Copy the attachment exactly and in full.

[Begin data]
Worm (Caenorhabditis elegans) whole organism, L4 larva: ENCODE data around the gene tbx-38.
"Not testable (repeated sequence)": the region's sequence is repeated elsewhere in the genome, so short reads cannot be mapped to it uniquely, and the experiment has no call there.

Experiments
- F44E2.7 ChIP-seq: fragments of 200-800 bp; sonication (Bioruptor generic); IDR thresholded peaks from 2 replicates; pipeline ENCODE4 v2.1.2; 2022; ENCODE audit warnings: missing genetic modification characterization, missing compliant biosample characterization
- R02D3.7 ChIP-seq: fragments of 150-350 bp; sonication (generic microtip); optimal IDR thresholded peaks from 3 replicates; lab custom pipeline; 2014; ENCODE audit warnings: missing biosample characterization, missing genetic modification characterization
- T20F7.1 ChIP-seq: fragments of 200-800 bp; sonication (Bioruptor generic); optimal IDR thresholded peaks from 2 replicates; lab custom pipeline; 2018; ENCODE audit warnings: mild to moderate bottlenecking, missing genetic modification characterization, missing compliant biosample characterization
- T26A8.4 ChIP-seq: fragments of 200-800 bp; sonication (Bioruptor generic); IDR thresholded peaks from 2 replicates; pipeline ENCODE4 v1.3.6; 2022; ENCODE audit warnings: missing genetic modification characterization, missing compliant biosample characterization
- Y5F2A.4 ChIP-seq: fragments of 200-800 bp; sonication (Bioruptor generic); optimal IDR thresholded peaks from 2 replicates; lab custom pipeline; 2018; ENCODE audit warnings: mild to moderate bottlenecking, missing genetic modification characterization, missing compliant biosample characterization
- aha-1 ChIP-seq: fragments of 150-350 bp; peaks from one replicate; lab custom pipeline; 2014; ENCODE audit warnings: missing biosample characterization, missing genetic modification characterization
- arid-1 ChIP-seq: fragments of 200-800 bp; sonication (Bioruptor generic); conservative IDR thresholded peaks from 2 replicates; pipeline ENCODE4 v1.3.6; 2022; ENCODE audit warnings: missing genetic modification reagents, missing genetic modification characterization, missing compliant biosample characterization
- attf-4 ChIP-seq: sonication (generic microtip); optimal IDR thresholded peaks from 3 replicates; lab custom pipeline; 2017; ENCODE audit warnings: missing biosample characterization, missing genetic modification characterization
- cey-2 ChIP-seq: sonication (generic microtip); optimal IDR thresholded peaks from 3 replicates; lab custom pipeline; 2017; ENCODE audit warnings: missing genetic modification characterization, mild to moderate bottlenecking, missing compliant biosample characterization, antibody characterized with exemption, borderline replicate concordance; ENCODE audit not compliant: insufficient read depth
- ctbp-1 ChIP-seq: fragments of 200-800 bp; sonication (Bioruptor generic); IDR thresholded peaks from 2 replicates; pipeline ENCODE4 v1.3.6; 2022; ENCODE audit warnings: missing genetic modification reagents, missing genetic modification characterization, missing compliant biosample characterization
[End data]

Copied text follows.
Worm (Caenorhabditis elegans) whole organism, L4 larva: ENCODE data around the gene tbx-38.
"Not testable (repeated sequence)": the region's sequence is repeated elsewhere in the genome, so short reads cannot be mapped to it uniquely, and the experiment has no call there.

Experiments
- F44E2.7 ChIP-seq: fragments of 200-800 bp; sonication (Bioruptor generic); IDR thresholded peaks from 2 replicates; pipeline ENCODE4 v2.1.2; 2022; ENCODE audit warnings: missing genetic modification characterization, missing compliant biosample characterization
- R02D3.7 ChIP-seq: fragments of 150-350 bp; sonication (generic microtip); optimal IDR thresholded peaks from 3 replicates; lab custom pipeline; 2014; ENCODE audit warnings: missing biosample characterization, missing genetic modification characterization
- T20F7.1 ChIP-seq: fragments of 200-800 bp; sonication (Bioruptor generic); optimal IDR thresholded peaks from 2 replicates; lab custom pipeline; 2018; ENCODE audit warnings: mild to moderate bottlenecking, missing genetic modification characterization, missing compliant biosample characterization
- T26A8.4 ChIP-seq: fragments of 200-800 bp; sonication (Bioruptor generic); IDR thresholded peaks from 2 replicates; pipeline ENCODE4 v1.3.6; 2022; ENCODE audit warnings: missing genetic modification characterization, missing compliant biosample characterization
- Y5F2A.4 ChIP-seq: fragments of 200-800 bp; sonication (Bioruptor generic); optimal IDR thresholded peaks from 2 replicates; lab custom pipeline; 2018; ENCODE audit warnings: mild to moderate bottlenecking, missing genetic modification characterization, missing compliant biosample characterization
- aha-1 ChIP-seq: fragments of 150-350 bp; peaks from one replicate; lab custom pipeline; 2014; ENCODE audit warnings: missing biosample characterization, missing genetic modification characterization
- arid-1 ChIP-seq: fragments of 200-800 bp; sonication (Bioruptor generic); conservative IDR thresholded peaks from 2 replicates; pipeline ENCODE4 v1.3.6; 2022; ENCODE audit warnings: missing genetic modification reagents, missing genetic modification characterization, missing compliant biosample characterization
- attf-4 ChIP-seq: sonication (generic microtip); optimal IDR thresholded peaks from 3 replicates; lab custom pipeline; 2017; ENCODE audit warnings: missing biosample characterization, missing genetic modification characterization
- cey-2 ChIP-seq: sonication (generic microtip); optimal IDR thresholded peaks from 3 replicates; lab custom pipeline; 2017; ENCODE audit warnings: missing genetic modification characterization, mild to moderate bottlenecking, missing compliant biosample characterization, antibody characterized with exemption, borderline replicate concordance; ENCODE audit not compliant: insufficient read depth
- ctbp-1 ChIP-seq: fragments of 200-800 bp; sonication (Bioruptor generic); IDR thresholded peaks from 2 replicates; pipeline ENCODE4 v1.3.6; 2022; ENCODE audit warnings: missing genetic modification reagents, missing genetic modification characterization, missing compliant biosample characterization